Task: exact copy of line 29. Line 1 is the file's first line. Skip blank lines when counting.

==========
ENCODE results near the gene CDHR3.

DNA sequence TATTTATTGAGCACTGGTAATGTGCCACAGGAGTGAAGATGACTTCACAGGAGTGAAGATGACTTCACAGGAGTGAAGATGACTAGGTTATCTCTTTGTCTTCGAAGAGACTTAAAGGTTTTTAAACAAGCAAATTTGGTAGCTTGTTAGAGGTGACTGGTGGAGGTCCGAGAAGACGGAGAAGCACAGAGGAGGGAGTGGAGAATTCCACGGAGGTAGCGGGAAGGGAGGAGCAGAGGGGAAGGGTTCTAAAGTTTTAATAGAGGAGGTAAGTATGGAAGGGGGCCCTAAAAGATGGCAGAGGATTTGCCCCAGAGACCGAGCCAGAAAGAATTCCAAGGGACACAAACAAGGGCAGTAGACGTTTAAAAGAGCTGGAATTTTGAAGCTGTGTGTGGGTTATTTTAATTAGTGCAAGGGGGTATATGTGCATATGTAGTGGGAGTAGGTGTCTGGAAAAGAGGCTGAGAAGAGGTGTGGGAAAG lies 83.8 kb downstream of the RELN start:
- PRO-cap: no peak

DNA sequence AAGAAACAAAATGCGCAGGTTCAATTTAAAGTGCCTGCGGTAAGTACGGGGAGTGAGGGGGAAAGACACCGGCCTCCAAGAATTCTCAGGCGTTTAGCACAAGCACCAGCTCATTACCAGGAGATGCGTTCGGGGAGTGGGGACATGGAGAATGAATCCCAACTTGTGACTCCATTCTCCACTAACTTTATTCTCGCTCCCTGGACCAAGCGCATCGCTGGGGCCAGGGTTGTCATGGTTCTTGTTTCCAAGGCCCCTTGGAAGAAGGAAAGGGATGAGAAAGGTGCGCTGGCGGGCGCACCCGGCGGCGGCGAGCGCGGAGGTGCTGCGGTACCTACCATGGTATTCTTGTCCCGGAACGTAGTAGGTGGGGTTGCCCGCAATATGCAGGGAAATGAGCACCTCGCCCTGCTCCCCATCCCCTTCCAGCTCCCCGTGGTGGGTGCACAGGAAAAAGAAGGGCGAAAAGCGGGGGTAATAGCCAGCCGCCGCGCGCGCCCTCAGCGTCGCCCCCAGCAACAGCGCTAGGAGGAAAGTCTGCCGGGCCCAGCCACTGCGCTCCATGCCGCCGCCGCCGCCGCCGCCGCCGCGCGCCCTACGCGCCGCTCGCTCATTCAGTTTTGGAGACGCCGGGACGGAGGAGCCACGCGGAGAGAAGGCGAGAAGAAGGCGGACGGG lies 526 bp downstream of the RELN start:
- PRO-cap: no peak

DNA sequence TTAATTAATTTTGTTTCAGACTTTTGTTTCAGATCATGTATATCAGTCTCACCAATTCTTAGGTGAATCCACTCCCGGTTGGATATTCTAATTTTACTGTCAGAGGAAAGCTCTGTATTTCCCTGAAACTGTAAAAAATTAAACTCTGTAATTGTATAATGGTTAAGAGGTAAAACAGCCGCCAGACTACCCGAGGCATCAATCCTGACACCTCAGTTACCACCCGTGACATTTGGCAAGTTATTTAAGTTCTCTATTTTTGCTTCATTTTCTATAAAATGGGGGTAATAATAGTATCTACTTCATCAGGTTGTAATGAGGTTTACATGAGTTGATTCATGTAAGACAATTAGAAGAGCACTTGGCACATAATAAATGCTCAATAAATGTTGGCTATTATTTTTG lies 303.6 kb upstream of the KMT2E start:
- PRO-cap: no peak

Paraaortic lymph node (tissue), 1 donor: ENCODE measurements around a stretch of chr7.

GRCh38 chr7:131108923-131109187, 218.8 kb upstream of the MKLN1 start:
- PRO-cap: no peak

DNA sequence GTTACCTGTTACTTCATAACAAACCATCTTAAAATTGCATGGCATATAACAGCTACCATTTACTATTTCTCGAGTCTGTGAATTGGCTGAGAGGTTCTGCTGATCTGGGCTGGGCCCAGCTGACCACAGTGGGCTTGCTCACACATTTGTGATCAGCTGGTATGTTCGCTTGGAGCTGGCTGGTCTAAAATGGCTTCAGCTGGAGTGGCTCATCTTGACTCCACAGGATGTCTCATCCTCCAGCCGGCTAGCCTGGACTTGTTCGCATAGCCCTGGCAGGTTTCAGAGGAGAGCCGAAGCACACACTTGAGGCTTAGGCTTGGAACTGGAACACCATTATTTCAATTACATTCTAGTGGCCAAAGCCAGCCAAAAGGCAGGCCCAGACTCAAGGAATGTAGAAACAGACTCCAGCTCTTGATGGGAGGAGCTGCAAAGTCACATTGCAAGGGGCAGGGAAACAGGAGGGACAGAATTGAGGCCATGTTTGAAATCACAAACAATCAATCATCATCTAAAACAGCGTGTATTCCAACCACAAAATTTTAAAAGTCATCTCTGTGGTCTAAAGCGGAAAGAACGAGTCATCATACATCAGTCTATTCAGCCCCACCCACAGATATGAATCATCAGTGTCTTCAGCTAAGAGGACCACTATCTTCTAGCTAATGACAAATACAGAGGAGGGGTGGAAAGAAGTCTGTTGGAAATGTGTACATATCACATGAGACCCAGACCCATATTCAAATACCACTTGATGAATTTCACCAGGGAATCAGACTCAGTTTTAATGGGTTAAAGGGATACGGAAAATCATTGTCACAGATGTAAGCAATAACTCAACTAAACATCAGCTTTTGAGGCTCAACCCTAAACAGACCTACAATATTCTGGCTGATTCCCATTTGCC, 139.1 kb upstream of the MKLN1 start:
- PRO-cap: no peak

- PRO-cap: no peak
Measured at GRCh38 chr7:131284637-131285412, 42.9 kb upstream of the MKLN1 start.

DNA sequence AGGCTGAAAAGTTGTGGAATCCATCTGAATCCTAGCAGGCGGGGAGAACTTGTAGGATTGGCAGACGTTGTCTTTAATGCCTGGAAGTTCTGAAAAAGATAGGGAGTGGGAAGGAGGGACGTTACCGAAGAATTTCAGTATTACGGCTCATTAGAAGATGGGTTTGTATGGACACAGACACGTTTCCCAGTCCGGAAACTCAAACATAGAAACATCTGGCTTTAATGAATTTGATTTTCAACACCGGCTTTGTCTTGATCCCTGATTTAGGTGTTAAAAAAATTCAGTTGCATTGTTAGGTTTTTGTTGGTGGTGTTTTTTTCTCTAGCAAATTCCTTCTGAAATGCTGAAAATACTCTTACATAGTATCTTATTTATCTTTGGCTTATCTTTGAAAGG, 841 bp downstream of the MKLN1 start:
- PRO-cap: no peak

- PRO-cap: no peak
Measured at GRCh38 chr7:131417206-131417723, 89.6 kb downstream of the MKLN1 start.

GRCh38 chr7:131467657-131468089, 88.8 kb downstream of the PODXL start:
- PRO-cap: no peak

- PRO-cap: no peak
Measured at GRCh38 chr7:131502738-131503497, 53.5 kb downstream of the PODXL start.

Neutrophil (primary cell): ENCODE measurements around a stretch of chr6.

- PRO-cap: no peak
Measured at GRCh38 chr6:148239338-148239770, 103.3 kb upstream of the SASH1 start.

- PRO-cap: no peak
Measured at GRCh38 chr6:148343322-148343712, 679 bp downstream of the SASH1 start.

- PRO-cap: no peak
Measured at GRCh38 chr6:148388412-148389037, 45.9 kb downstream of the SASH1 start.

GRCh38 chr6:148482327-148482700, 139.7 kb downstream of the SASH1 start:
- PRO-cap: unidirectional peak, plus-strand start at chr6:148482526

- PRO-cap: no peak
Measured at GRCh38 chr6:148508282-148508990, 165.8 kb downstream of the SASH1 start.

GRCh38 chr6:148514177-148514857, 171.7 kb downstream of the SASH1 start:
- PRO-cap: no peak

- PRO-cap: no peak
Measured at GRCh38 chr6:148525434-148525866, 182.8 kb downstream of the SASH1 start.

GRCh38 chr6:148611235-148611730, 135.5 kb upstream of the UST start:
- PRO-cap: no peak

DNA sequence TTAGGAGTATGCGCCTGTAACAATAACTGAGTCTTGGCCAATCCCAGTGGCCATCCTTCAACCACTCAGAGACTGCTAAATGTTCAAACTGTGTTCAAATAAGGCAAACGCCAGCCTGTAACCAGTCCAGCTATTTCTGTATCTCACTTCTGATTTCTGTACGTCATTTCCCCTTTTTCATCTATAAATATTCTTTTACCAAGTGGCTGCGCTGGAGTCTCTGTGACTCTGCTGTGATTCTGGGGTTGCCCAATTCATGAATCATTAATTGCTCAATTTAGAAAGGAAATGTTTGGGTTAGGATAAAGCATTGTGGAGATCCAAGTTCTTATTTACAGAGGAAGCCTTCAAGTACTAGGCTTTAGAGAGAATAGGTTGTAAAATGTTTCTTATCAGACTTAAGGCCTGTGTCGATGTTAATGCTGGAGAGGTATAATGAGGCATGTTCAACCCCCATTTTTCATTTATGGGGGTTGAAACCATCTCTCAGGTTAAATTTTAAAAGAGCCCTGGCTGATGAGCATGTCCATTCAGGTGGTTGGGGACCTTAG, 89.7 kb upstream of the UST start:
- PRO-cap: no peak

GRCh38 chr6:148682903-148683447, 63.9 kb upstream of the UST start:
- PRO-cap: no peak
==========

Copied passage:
Measured at GRCh38 chr6:148388412-148389037, 45.9 kb downstream of the SASH1 start.